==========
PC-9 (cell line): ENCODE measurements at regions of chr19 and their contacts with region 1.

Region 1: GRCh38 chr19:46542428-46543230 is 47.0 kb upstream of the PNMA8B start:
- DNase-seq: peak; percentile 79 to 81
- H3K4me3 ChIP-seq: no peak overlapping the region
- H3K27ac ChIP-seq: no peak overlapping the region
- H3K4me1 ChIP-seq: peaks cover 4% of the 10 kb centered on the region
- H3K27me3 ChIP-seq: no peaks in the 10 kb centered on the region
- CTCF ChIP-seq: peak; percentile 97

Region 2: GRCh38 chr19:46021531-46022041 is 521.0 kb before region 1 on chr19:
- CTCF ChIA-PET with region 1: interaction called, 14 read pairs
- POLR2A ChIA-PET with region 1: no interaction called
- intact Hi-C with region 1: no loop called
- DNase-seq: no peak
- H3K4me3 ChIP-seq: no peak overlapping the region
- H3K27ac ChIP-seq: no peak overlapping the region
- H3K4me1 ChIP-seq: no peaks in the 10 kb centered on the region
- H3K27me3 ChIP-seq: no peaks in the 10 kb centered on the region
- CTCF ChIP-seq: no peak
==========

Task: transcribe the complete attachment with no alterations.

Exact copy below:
PC-9 (cell line): ENCODE measurements at regions of chr19 and their contacts with region 1.

Region 1: GRCh38 chr19:46542428-46543230 is 47.0 kb upstream of the PNMA8B start:
- DNase-seq: peak; percentile 79 to 81
- H3K4me3 ChIP-seq: no peak overlapping the region
- H3K27ac ChIP-seq: no peak overlapping the region
- H3K4me1 ChIP-seq: peaks cover 4% of the 10 kb centered on the region
- H3K27me3 ChIP-seq: no peaks in the 10 kb centered on the region
- CTCF ChIP-seq: peak; percentile 97

Region 2: GRCh38 chr19:46021531-46022041 is 521.0 kb before region 1 on chr19:
- CTCF ChIA-PET with region 1: interaction called, 14 read pairs
- POLR2A ChIA-PET with region 1: no interaction called
- intact Hi-C with region 1: no loop called
- DNase-seq: no peak
- H3K4me3 ChIP-seq: no peak overlapping the region
- H3K27ac ChIP-seq: no peak overlapping the region
- H3K4me1 ChIP-seq: no peaks in the 10 kb centered on the region
- H3K27me3 ChIP-seq: no peaks in the 10 kb centered on the region
- CTCF ChIP-seq: no peak